California Gov. Arnold Schwarzenegger and state lawmakers reached a deal late Monday to hike the minimum wage to the highest level in the nation, aides said on Tuesday.

The agreement between the Republican governor and the Democrat-led legislature's leaders would increase California's minimum wage by $1.25 over the next year and a half to $8 an hour. The deal calls for an increase of 75 cents an hour next January and a rise of 50 cents an hour the following January.

The new wage would be 25 cents more than initially offered by Schwarzenegger, who vetoed previous bills to hike the state's minimum wage. In exchange, Democrats dropped demands the wage automatically adjust upward with inflation changes.

Schwarzenegger, a fiscal conservative and ally of business groups concerned about the cost of doing business in California, said the state economy had recovered and companies could afford to pay minimum-wage workers more.

I have always said that when the economy was ready, we should reward the efforts of California's hard-working families by raising our minimum wage, he said in statement.

The agreement would benefit low-paid workers, said Assembly Member Sally Lieber, a Democrat who had advanced a minimum wage bill earlier this year. We have a moral obligation to ensure that the minimum wage keeps pace with federal poverty guidelines. This bill does that, she said.

Business groups and labor unions were not pleased by the agreement, which Democratic lawmakers can pass without votes from minority Republicans.

We appreciate the governor's opposition to indexing the minimum wage and not walking into automatic increases, but we still oppose increasing the minimum wage, said Michael Shaw, an officer of the National Federation of Independent Business, a small-business advocacy group. It takes away resources from business owners, who are in the best position to decide how to invest in their companies.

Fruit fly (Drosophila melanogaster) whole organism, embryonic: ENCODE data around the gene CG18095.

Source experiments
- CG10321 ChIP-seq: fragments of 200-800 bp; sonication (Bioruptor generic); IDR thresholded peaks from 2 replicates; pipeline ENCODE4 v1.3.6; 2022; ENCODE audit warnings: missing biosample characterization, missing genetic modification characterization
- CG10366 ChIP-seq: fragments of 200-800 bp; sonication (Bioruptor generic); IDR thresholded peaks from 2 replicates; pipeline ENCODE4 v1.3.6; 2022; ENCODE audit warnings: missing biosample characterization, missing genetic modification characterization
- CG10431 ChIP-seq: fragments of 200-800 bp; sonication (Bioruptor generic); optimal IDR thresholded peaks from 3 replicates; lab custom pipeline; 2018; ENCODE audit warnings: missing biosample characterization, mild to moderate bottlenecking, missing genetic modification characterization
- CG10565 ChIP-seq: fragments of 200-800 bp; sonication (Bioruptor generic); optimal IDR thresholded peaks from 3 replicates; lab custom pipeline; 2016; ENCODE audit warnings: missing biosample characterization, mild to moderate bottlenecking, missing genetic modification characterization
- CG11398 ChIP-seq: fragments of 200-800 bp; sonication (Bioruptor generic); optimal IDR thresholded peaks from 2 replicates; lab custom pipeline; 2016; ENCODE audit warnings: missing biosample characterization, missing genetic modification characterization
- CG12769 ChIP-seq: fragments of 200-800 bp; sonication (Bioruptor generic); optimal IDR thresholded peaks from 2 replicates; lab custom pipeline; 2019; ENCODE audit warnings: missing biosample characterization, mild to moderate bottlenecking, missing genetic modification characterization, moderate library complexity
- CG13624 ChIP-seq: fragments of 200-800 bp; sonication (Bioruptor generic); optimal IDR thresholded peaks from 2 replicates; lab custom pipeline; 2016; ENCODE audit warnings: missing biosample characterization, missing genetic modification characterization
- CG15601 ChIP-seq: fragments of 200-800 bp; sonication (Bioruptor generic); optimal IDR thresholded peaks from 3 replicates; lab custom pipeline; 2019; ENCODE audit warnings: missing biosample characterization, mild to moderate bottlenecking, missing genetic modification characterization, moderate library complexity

Art Pulaski, secretary-treasurer of the California Labor Federation, said the state's AFL-CIO could live without an inflation-adjusted minimum wage over the near term.

We realize that from a Republican governor who is so close to big corporations ... that we would never get him there, Pulaski said. Fortunately, it's an election year, so we leveraged that to push him to do something.

Schwarzenegger is running for re-election against Democratic challenger and state Treasurer Phil Angelides, who is favored by unions, and is moving to improve his standing with Democrats and independent voters who turned against him in a controversial special election he called last year.

The Hollywood icon signed a bill on Monday that aims to make California one of the world's biggest producers of solar energy and is in talks with lawmakers on a bill to cap industrial emissions of greenhouse gas, popular ideas in a Democrat-leaning state where environmental issues rank high with voters.

Angelides said in a statement he would back an inflation-adjusted minimum wage.

After three years of denying Californians the minimum wage increase they deserve, Governor Schwarzenegger is now trying to save his own job by giving minimum support to the minimum wage, Angelides added.